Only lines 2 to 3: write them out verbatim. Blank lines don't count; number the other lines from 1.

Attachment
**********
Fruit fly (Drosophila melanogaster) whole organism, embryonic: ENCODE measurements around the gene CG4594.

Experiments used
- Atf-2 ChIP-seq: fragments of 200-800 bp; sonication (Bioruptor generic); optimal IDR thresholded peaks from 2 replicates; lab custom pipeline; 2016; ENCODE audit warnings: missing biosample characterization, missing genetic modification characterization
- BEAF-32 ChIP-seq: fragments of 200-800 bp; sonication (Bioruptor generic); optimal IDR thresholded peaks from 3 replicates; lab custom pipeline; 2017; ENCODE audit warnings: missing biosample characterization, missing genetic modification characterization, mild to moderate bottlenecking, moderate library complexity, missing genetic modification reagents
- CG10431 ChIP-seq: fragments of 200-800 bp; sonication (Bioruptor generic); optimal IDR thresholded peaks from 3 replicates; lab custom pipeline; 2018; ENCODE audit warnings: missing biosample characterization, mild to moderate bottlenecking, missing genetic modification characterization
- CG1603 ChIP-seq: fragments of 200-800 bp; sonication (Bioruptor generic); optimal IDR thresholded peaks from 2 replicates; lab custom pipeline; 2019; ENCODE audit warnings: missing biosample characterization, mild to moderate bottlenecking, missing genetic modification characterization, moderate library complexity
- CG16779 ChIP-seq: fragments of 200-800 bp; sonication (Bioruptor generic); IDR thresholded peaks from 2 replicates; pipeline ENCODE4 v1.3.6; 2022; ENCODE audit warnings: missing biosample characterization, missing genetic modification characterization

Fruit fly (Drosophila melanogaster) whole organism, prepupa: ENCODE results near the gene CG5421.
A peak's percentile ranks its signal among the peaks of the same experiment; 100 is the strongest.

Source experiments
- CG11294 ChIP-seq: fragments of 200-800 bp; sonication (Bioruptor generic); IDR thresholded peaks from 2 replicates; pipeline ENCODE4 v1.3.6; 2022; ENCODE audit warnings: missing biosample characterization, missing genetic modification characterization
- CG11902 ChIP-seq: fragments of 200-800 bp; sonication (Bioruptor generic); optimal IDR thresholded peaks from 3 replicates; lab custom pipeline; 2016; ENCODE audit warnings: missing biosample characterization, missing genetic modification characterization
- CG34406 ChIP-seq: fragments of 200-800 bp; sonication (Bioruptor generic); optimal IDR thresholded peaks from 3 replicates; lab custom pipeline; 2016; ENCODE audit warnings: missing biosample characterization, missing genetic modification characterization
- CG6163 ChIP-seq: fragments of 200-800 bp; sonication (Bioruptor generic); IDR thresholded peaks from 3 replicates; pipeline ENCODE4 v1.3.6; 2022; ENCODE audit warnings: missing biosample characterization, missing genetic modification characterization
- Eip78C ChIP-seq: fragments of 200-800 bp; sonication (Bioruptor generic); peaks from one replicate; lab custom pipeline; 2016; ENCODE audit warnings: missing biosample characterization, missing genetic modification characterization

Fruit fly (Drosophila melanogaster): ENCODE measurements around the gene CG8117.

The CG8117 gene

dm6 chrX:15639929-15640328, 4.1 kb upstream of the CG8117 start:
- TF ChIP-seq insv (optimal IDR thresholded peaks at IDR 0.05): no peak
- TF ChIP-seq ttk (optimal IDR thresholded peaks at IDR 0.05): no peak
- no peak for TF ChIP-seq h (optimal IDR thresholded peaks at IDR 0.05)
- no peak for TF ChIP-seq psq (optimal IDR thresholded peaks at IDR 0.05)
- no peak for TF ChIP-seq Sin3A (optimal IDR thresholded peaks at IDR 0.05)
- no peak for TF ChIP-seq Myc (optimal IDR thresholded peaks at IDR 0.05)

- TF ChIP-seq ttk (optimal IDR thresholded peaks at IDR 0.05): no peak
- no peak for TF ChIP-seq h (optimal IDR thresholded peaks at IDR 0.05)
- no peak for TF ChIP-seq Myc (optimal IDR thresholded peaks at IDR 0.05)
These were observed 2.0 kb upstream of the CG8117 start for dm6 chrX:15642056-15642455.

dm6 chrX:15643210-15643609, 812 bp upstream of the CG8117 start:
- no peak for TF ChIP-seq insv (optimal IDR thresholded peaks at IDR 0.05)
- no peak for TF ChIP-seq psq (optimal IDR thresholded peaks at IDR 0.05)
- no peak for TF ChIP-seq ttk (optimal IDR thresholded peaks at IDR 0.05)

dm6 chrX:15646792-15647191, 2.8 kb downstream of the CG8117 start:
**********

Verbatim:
Experiments used
- Atf-2 ChIP-seq: fragments of 200-800 bp; sonication (Bioruptor generic); optimal IDR thresholded peaks from 2 replicates; lab custom pipeline; 2016; ENCODE audit warnings: missing biosample characterization, missing genetic modification characterization